Remembering to Give Thanks
Too often do I see children yelling at their parents and elders; everywhere I look I see these children take their elders for granted and not realize that they are very lucky to have them. Some young people think that the older generation are, well, OLD. They believe that they can’t connect with them or that they are no longer useful to them and use excess verbiage and so push them aside. Of course, not everyone thinks that way!
In Stories of Buddhism, written by Most Venerable Hsin Ting, he stresses the importance of respecting our elders and the importance of filial piety. As well as the valuable lessons that we can learn from the older generations because they have experienced things we have not and we can definitely learn from their successes as well as their failures. With their lessons of success, we will continue to strive to accomplish more as they have done and with their lessons of their failures, we will have learned what we need to avoid and remember not to repeat the same mistakes they did.
My Grade 6 teacher back in elementary school always loved to talk about his life and family. He told us that his relationship with his father was never good. They would constantly fight about the littlest things and my teacher would always leave in frustration. As he grew older and matured he realized that it was silly to always fight and bicker every time they saw each other and decided it was time to reconcile and work things out. The next day, he received a call from his mother; his father had just passed away. He regretted not ever having said “thank you” to his father and now that he is gone, there’s no way he could ever say it to him.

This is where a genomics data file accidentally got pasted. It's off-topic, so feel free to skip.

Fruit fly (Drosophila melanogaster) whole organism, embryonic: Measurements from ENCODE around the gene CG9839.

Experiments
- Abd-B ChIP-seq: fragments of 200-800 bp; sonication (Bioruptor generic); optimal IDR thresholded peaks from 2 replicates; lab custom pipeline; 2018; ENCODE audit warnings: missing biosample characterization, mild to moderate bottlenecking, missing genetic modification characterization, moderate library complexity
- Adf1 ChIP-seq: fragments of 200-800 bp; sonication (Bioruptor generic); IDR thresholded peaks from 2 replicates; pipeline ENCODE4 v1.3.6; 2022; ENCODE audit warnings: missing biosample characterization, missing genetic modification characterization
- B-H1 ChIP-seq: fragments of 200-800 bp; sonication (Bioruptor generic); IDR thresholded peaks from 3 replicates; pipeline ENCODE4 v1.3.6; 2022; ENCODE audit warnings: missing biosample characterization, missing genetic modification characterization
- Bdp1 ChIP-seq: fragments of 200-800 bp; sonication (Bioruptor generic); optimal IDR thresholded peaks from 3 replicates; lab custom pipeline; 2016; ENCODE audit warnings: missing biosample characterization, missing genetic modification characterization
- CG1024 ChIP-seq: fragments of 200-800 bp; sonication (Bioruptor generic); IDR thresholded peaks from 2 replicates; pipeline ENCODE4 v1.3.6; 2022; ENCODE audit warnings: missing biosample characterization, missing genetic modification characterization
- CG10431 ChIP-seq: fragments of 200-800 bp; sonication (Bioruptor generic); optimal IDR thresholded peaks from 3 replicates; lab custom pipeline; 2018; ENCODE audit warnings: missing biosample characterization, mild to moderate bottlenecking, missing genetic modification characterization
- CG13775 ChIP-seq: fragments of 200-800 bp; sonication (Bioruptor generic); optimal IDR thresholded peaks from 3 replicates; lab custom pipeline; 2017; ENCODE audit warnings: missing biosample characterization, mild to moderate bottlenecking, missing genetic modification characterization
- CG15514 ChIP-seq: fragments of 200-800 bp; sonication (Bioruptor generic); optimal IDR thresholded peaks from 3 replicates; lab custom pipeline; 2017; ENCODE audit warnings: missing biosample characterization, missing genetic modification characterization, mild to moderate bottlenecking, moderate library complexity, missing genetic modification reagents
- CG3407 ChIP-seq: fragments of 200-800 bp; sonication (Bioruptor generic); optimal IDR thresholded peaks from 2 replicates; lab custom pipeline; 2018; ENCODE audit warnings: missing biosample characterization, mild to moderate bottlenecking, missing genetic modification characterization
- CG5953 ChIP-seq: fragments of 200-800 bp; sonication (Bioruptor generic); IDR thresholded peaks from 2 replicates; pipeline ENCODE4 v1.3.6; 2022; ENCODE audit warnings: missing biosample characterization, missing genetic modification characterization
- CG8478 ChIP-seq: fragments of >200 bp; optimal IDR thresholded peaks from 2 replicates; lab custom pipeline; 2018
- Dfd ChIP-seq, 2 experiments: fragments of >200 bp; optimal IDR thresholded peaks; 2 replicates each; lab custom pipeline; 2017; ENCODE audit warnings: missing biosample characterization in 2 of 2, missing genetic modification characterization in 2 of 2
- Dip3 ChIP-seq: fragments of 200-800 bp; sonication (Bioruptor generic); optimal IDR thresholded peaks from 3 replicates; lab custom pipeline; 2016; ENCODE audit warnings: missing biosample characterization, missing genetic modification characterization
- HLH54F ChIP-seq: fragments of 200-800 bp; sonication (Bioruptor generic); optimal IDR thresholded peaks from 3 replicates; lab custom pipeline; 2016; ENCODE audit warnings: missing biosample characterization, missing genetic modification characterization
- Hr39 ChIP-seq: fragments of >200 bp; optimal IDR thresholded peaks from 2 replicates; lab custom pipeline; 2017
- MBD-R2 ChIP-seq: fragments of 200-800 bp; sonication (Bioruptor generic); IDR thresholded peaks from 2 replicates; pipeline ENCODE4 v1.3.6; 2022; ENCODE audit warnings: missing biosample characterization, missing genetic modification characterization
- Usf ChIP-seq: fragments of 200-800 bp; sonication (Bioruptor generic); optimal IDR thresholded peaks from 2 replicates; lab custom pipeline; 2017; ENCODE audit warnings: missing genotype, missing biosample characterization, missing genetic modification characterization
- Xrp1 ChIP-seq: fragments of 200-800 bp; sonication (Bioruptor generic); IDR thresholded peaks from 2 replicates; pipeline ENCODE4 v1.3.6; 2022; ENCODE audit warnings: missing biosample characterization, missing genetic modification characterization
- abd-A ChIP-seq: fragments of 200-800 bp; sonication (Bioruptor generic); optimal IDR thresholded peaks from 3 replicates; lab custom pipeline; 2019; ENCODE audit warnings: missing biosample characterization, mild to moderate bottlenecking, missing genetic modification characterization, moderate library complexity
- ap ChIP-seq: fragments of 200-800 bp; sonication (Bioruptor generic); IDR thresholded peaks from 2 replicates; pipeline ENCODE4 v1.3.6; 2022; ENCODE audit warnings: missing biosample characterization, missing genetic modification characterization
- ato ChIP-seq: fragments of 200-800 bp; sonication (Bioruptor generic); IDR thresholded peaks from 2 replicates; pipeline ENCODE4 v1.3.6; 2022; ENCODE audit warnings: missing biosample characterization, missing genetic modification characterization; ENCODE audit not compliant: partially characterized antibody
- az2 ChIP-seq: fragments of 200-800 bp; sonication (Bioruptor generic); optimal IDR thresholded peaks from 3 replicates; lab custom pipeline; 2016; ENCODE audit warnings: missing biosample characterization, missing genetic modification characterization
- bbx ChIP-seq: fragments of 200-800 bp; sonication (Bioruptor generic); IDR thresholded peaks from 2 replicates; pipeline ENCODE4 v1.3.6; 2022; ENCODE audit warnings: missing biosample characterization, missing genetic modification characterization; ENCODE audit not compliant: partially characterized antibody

All the excess verbiage they use only means they care for you. So the next time you see your parents, grandparents or other elderly people, remember to say “thank you”. Take advantage of every day that you are with them, don’t live with any regrets. Be thankful that they are here to teach and guide you; I know I will.